Twenty-four percent of freshmen in the class of 2019 are participating in an NCAA sport during this academic year. That means that nearly 1 in 4 of those baby-faced kids you see walking aimlessly around campus have begun a serious commitment that will take plenty of time, energy and will-power to complete. This high percentage of athletes is the highest ever, and it necessarily begs the question: what does it all mean?
Our athletics department has never been something to boast about, and although we have made a recent turnaround in terms of overall quality, we are still not exactly the cream of the crop. As an athlete here at the University of Dallas, I value sports. Yes, I know I am biased because I have played sports all my life, but I do think that there is reason to believe that sports have an extremely beneficial effect on both intellectual and spiritual life as a whole.
But there are those who have their doubts, and reasonably so. Many students here question what kind of culture may develop with an increased emphasis on sports. Athletics might be seen as a short term distraction to the long term intellectual and spiritual goals of the future. Yet, with a 5 percent increase in the percentage of freshmen athletes over the last three years, it seems as though the administration may think differently. Recruiting coordinator and men’s basketball volunteer assistant coach Matt Grahn was kind enough to inform me of the exact numbers.
“I attribute that increase to two things: the coaching staff and the administration,” Grahn said. “We now have a phenomenal group of coaches who are hard working and dedicated to improving their respective programs. All of them are invested and passionate about recruiting.”
In addition to better coaching, it seems as though the administration has also jumped on board with the idea of increasing efforts to improve our sports program.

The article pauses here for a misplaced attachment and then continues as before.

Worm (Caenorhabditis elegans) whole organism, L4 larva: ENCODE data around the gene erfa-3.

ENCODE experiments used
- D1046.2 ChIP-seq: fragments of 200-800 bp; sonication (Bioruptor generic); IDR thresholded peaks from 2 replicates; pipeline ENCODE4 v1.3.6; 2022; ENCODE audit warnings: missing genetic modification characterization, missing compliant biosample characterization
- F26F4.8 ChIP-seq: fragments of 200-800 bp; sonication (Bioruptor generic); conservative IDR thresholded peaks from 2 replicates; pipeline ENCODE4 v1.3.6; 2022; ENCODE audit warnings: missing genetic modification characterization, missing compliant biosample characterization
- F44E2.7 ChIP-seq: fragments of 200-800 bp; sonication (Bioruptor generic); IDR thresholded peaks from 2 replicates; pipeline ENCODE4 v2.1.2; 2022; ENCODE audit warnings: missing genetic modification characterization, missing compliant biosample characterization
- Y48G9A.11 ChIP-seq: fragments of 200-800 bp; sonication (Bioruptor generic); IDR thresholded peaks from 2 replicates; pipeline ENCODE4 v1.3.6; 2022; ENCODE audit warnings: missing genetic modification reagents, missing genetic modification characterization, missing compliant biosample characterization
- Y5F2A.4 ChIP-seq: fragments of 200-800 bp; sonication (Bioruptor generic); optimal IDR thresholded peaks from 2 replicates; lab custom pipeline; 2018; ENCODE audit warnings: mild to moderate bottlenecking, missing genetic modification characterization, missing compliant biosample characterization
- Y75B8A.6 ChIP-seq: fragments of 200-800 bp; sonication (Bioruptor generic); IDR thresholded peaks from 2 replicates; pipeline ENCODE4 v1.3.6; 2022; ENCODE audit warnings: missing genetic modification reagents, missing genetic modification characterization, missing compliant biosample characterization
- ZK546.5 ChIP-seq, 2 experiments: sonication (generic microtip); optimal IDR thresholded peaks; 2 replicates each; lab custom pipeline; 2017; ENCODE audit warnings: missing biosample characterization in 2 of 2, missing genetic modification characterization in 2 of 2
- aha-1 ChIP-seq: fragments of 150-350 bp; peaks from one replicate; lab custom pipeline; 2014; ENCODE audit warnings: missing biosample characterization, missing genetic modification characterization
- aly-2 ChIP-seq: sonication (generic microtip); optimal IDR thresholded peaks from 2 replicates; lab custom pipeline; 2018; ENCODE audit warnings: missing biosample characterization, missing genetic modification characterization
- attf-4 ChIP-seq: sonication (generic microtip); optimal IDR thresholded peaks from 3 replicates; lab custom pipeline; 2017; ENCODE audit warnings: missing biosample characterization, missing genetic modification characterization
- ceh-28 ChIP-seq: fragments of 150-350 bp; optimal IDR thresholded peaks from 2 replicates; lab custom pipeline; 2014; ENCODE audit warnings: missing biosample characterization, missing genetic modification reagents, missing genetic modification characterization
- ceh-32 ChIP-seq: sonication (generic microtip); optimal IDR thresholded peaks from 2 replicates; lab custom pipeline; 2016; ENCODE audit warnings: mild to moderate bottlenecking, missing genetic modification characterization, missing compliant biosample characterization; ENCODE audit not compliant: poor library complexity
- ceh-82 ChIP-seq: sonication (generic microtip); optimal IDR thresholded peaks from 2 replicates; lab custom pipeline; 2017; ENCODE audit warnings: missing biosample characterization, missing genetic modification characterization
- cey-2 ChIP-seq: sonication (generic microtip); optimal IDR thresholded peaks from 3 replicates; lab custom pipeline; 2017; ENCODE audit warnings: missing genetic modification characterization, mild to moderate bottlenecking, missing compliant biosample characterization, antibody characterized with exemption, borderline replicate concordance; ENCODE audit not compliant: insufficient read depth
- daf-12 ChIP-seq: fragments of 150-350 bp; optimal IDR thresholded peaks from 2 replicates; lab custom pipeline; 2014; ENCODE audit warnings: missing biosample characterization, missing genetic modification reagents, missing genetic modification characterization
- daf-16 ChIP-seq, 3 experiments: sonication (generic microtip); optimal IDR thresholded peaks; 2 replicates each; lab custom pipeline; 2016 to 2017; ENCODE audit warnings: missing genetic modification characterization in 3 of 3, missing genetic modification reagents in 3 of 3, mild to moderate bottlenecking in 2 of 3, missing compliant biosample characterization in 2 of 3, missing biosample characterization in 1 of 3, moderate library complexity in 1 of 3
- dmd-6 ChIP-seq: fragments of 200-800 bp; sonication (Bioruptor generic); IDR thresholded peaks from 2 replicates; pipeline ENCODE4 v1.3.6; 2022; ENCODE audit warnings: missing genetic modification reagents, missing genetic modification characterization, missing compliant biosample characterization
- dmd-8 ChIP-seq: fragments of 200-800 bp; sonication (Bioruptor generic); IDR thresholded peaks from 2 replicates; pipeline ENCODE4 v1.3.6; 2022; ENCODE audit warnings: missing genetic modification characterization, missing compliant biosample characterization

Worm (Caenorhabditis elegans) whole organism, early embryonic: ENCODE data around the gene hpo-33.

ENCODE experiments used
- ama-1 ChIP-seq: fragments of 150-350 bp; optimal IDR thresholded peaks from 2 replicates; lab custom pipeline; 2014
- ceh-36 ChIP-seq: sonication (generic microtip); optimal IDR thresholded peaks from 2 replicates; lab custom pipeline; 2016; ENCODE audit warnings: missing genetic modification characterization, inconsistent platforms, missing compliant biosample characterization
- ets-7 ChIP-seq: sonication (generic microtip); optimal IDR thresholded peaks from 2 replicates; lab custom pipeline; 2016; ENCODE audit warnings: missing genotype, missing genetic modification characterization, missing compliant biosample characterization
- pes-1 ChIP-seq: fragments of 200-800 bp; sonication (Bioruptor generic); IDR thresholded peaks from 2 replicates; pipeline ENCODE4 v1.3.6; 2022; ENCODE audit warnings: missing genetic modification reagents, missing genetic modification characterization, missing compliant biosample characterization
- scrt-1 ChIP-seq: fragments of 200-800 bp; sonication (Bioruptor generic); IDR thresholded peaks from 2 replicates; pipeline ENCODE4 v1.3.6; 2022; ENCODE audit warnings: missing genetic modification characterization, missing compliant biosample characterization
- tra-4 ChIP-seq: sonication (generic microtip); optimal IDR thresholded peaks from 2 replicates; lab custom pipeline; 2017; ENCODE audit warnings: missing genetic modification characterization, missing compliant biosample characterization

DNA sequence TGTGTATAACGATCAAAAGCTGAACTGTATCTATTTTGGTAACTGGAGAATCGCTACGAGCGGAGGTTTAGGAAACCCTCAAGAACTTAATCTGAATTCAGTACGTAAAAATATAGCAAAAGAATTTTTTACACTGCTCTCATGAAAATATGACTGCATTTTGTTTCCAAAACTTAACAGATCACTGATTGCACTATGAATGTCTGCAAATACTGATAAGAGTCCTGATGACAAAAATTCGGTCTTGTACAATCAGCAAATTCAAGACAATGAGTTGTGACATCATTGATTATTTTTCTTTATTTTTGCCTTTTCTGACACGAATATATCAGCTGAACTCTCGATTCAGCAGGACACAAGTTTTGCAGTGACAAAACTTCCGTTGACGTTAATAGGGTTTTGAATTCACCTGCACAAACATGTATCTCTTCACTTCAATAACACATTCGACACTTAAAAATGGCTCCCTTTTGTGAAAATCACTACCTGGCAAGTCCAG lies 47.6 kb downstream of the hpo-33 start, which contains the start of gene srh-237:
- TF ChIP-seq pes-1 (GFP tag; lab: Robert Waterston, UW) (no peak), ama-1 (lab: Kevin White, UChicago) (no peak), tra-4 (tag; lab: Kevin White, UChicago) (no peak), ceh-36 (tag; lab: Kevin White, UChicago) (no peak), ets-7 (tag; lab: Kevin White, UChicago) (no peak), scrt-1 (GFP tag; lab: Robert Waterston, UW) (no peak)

“President [Thomas] Keefe and Dr. [John] Plotts have poured their support into our department,” Grahn said. “They truly see the value that athletics provide our student athletes and the pride our programs provide the general campus community.”
Pride is important, but we should also take a moment to realize the added value that sports bring to a small, Catholic, liberal arts school like UD. Sports foster added perspective; they help bring the individual outside of his or her own world and into the world of a team. Working together toward a common goal forces the individual to place his own needs after the needs of the team, a virtue that is extremely useful in today’s world.
While the administration may recognize these positive effects, another question remains unanswered and may continue to remain unclear for several years to come: does UD have the culture necessary to foster commitment to sports? And will this group of freshmen have the commitment necessary to stick around with their respective sports for all four years?
There are examples from the past that portray very negative results. In the fall semester of 2012, Gregory Hall was filled with baseball players (yes, youngsters, it was a boys dorm once). By the time junior year rolled around only two or three of those players remained, with everyone else either having quit or transferred out. And baseball is by no means the only example. Every sport here at UD endures through ups and downs, with new people coming and old people leaving. It is stressful, especially for a coach.
It is my hope that this trend is changing, and news like the kind Grahn is giving us provides reason for that hope. It seems as though the administration is beginning to recognize the benefits of team sports. New sports clubs, such as Tennis and Swim, are forming more regularly and are even beginning to make efforts to be recognized as official sports. Funding from the administration is beginning to find its way into the hands of sports-related promotional clubs, such as Blue Crew, demonstrating the fact that even non-athletes are starting to take more interest in their classmates’ performances.
This simple statistic — this 24 percent — can be seen as more than just a statistic. It represents a trend, a trend that many people will worry about, but which I believe illustrates an active effort to demonstrate the beneficial effects that sports can have at a small, liberal arts, Catholic school.